• In-person events to include regional Texas, U.S., and European venues
  • Galley and finished copy giveaways on Goodreads and through author and publisher
  • Select outreach to leading crime, mystery, and thriller print and online reviewers and editors
  • Mystery/Thriller/Crime genre specific outreach to the trade and media outlets
  • Social media advertising...

Available Editions

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ISBN 9781616963965
PRICE $18.95 (USD)
PAGES 336

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Average rating from 35 members


Featured Reviews

Things Get Ugly by Joe R. Lansdale is not for the faint hearted but if the reader is a fan of his, this is a fine collection of stories as only he can write.

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My friends, mark down August 16, 2023, on your calendar, app, post-it note, written it in lipstick on your medicine cabinet mirror, or however you keep track of such things—that’s when Things Get Ugly: The Best Crime Stories of Joe R. Lansdale releases. You’ll want to take the day off, settle into a comfortable chair (or onto a barstool, you do you) with a tumbler of good scotch within reach, and prepare yourself to get lost in one of the best collections of crime fiction I’ve ever read.

There are 19 stories here, each one a poisonous gem, and before I call out a few individual stories, some general thoughts:
• Because Lansdale is so versatile, and so prolific, it’s easy to forget just how good he is in the various genres he calls home. He is, without a doubt, a master of crime fiction.
• The title Things Get Ugly is extremely apt—These are dark, dark stories that explore the ugly side of life, the sordid alleys of human existence. Believe me when I tell you that these are harrowing tales teeming with revenge, murder, and all manner of appalling behavior. There aren’t really any heroes here, just criminals of different shades and degrees.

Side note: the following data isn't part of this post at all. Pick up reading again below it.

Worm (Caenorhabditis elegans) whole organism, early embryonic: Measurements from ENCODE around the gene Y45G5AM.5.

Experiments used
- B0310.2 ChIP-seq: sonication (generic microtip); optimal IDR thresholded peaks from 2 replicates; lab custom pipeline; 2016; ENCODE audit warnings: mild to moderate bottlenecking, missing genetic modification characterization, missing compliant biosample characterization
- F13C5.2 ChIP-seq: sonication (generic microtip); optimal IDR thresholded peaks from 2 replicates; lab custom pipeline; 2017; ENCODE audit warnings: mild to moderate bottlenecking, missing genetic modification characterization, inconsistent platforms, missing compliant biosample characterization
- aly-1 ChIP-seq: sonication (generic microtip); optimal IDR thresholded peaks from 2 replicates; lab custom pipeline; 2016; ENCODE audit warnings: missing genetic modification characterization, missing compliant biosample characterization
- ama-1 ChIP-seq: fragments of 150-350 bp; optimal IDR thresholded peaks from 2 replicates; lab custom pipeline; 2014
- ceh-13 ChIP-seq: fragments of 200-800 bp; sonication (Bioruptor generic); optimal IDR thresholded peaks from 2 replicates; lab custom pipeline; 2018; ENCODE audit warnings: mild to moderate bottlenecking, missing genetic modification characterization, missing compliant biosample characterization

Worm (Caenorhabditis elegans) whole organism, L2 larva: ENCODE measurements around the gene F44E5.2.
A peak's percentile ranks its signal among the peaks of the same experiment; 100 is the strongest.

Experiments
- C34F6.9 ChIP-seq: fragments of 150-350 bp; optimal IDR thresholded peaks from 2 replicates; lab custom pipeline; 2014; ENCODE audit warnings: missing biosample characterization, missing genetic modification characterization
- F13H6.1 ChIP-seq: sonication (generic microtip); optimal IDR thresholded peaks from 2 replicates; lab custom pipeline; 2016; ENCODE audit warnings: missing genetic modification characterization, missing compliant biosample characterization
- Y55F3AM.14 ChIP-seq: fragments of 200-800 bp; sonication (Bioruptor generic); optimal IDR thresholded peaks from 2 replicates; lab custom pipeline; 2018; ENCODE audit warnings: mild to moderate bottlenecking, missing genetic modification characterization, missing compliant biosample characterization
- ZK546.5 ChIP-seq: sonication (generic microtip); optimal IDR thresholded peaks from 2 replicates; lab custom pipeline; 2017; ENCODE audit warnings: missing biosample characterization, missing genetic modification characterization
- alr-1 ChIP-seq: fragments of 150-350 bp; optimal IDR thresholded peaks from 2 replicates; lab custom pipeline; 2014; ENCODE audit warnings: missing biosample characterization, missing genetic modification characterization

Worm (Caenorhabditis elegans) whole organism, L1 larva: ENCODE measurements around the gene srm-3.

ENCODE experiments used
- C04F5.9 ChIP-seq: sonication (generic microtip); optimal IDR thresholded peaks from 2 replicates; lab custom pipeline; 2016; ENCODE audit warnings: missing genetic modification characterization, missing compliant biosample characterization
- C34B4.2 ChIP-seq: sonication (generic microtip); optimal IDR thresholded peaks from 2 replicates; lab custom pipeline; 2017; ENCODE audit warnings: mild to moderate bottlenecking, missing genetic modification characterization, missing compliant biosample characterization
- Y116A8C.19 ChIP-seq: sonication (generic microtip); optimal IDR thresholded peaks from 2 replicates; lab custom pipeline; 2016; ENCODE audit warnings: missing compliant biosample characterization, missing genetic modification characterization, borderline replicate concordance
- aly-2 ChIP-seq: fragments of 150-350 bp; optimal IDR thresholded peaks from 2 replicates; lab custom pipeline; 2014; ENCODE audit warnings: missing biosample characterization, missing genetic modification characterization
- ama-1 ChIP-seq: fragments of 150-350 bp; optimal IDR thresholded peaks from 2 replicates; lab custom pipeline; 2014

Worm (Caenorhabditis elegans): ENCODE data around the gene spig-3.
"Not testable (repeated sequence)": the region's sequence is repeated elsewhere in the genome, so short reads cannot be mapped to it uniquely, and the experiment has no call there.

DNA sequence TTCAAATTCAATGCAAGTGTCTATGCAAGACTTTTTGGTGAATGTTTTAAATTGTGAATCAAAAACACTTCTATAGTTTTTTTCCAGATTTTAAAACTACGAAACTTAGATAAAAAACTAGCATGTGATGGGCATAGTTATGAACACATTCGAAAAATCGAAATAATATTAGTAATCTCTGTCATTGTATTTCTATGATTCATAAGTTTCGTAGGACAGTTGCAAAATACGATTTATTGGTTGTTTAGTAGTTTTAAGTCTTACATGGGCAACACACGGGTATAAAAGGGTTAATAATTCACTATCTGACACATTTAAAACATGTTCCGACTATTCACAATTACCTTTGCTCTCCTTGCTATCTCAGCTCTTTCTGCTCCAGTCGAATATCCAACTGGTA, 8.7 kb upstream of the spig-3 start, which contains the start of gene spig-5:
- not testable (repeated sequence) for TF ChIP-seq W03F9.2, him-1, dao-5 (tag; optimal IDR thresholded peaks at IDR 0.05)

• Having said that, the profane, laugh-out-loud humor Lansdale is famous for is very much in evidence. Gallows humor, but still humor.
• Because I’ve read my fair share of Lansdale, I was afraid I’d find that I had read many of the included stories. Happily, that was not the case. These stories are drawn from throughout Lansdale’s long career, and most were new to me. And the ones I had read before, I still found myself diving right in, like visiting old, much-loved but ne’er-do-well friends.
• Although the Hap and Leonard novels and stories certainly fall into the category of crime fiction, those two gentlemen do not make an appearance here. They have their own much-deserved story collections (Hap and Leonard, Born for Trouble, Blood and Lemonade, Of Mice and Minestrone). If you haven’t read them, why the hell not? Get on that.

On to some of the stories. I’m not going to mention all of them (every one hits hard and strong), but here are a few of my favorites:

Driving to Geronimo’s Grave
Yes, this one involves a rotting corpse, but it’s one of the lighter stories in the collection, and it’s damn funny while still keeping the tension ratcheted up.

Mr. Bear